People came from literally near and far Sunday to celebrate with Van Alstyne Independent School District Superintendent John Spies on his retirement from public education. Spies, after giving 40 years to Texas’ children and six years as Van Alstyne ISD’s superintendent, is hanging it up and planning on a few months of actual retirement.
The reception was held the day after Van Alstyne voters approved a $24 million bond, of which Spies and his upcoming replacement, Assistant Superintendent David Brown, worked close at hand with the school board. The improvements and building will now be under Brown’s watch, but Spies said, with that ubiquitous smile, he’ll be watching closely, because he has grandkids who will be going through VAISD.
Spies came to work as the district’s superintendent in May 2011, and within a month had brought Brown on board as the high school principal. Brown became assistant superintendent about two years ago, Spies said. Spies received his bachelor’s and master’s degrees from Stephen F. Austin, and then transferred to East Texas State University (now Texas A&M University-Commerce) where he received his Doctorate of Education.
Spies lists the following as his three greatest accomplishments while VAISD superintendent: Hiring great administrators; providing structure to the academic and behavioral elements at the campuses that allow for great student success; and the district’s financial stability, which he said is “better than it was six years ago. But, it wasn’t me, it was the team. I’ve had tremendous support from the school who have allowed me to do my job.”
And, although the state has changed the way it now rates its school districts, Spies said the district is in great shape right now, but again, “It hasn’t been me, it’s through what the people in the district have done, and David will take it to the next level.”
Now, he explained, school are rated by only “acceptable” and “met standard,” but SchoolDigger.com gives its highest rating, that of five stars, to Van Alstyne ISD, which places the district in the Top 5 percent in the state.
“They look at programs offered, state scores, and diversity,” Spies said. “The majority of our graduates are college bound, and even more, I take pride in that they have success once they get there. A lot of school districts can’t make that claim.”
He said to add to that the Grayson College cooperative, or dual-credit, programs are helpful to achieve a higher level of student success in college. Even those who may not choose a four-year course of study are able to pick up certifications in careers that will advance them, Spies said. The college, too, is using the high school’s culinary arts program for dual credit enrollment, Spies added.
Grayson College’s Dean Kim Williams said she’s appreciated the partnership the district’s superintendent created between the district and the college.
“It’s nice to have had the relationship he and I have,” she said. “He’s worked hard to make things better for the students and the community. We do a lot of dual credit, and a lot of our (college) professors teach English and math to the high school students. He’s also one of our Rotarians and we’ve worked together in that group. He’s always been a real key to the community.”
School board member Debbie Nance said about Spies, “I had a little knot in my stomach that is (retirement) is really happening.”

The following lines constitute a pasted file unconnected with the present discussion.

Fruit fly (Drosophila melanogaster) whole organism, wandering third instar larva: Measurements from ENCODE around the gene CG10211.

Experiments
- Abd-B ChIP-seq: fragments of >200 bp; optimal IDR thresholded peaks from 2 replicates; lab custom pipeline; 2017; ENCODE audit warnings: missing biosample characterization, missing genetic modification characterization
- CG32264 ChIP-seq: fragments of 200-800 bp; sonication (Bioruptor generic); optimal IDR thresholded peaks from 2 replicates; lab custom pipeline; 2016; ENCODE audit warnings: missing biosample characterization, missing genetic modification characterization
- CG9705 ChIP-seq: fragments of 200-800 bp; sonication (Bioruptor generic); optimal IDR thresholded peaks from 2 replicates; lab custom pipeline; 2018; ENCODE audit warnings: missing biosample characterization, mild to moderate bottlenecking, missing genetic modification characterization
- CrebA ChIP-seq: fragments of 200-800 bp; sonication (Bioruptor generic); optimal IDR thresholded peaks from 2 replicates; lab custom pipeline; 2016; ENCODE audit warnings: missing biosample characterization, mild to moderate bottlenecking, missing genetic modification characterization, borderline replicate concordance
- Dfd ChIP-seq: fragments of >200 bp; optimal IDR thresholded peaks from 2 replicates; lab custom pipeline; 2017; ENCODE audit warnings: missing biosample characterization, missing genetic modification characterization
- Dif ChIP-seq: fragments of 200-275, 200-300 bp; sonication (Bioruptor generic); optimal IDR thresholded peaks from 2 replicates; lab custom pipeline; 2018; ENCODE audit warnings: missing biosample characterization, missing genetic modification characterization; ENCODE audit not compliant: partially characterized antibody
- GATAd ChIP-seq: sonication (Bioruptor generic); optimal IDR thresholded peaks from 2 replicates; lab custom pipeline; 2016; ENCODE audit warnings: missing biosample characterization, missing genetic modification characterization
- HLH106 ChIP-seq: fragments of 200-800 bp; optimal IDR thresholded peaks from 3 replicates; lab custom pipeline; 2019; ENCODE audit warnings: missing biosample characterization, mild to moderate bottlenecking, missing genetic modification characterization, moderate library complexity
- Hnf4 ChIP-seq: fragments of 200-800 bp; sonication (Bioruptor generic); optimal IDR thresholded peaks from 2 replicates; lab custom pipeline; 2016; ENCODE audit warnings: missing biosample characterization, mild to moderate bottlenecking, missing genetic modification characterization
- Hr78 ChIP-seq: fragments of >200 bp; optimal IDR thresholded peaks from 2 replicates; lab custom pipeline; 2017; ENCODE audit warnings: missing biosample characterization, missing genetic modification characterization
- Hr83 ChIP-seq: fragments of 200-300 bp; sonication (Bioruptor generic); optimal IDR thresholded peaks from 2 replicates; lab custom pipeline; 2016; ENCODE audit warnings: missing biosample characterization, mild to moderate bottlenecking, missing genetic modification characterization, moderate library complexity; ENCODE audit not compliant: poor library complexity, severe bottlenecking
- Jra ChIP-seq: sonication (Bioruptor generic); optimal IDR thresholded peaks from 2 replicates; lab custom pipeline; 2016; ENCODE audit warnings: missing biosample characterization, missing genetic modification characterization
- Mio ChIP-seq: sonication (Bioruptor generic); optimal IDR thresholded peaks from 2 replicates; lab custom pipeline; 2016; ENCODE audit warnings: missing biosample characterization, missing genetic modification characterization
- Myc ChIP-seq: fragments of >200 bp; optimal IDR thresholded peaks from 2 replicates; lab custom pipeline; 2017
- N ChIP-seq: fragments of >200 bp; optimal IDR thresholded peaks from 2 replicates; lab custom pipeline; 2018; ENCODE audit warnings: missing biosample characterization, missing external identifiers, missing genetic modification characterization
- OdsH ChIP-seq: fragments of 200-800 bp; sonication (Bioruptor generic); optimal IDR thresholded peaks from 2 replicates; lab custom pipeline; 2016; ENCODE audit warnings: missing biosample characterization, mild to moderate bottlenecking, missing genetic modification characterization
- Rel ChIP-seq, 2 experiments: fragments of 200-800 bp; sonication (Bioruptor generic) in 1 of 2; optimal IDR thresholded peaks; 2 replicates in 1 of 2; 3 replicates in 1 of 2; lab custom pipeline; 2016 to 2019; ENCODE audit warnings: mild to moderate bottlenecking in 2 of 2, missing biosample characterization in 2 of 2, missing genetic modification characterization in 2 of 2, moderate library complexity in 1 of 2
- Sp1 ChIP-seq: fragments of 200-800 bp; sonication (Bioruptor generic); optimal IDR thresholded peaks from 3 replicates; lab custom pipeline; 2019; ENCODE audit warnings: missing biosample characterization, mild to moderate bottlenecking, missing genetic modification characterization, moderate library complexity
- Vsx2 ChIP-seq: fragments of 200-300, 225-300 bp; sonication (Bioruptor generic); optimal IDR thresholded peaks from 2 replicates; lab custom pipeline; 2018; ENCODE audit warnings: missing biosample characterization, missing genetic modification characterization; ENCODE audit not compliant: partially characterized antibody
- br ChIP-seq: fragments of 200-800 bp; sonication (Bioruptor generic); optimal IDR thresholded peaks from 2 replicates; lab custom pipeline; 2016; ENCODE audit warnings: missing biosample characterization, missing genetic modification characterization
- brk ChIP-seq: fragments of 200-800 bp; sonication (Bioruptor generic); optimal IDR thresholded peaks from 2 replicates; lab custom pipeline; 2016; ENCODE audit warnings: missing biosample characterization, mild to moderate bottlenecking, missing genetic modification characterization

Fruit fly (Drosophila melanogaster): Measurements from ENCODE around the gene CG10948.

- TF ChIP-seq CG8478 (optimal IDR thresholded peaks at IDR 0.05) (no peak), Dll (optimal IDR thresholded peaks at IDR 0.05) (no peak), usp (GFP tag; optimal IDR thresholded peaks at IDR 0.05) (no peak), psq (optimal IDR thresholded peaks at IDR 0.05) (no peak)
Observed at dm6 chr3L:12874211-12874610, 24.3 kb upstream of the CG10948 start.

It’s Spies’s personality she said, that makes him a natural leader, a motivator for the students.
“They see it,” Nance said. “He has to be tough and can be tough and make tough decisions.”
She listed one particular advancement in teacher preparedness that she’s admired.
“All students are not the same,” Nance said. “Some need help with anxiety and depression, and we’ll be seeing more and more of this as we grow. He’s been instrumental in helping these kinds of student needs.”
Board President Randall Morgan said that to him, one of the most impressive things Spies has accomplished has been stability.
“Financial and accountability, he has raised the bar for expectations for the whole district — staff and students,” Morgan said. “And he’s led by example.”
Morgan said he wasn’t on the board when Spies was hired, but was on it soon afterward.
“The high school was not at the top of the ratings, then, and for a priority, we asked him to raise the standard and performance for that school. The whole staff is better equipped now than they were to handle the diversity in students’s needs and requirements.”
Morgan said he and the board are excited that it is Brown who will continue advancing the district.
“He has the same high expectations that the board has and that John had,” Morgan said. “He’ll bring new ideas as the district continues to grow, beginning with the new elementary school.”
The guests at Sunday’s reception included former students and area superintendents from the previous districts Spies served before coming to Van Alstyne, such as Wylie and Malakoff ISDs. There were teachers, students, board members, and many from the community who spent time with Spies on his day of honor.
What are Spies’s personal plans, now that he and his wife, Donna, have time to make plans beyond next week’s ball game, testing periods or graduation? Donna is staying home while her husbandand his brother spend a month in Alaska.
“This has been on my bucket list for a long time,” Spies said. “I’m going to whale watch, river raft down the glacier rivers, fly fish, and zip line, and that’s before a cruise during the last week. When I get back, there’s the outdoor kitchen I’m building for entertainment, and I may consider some educational consulting.”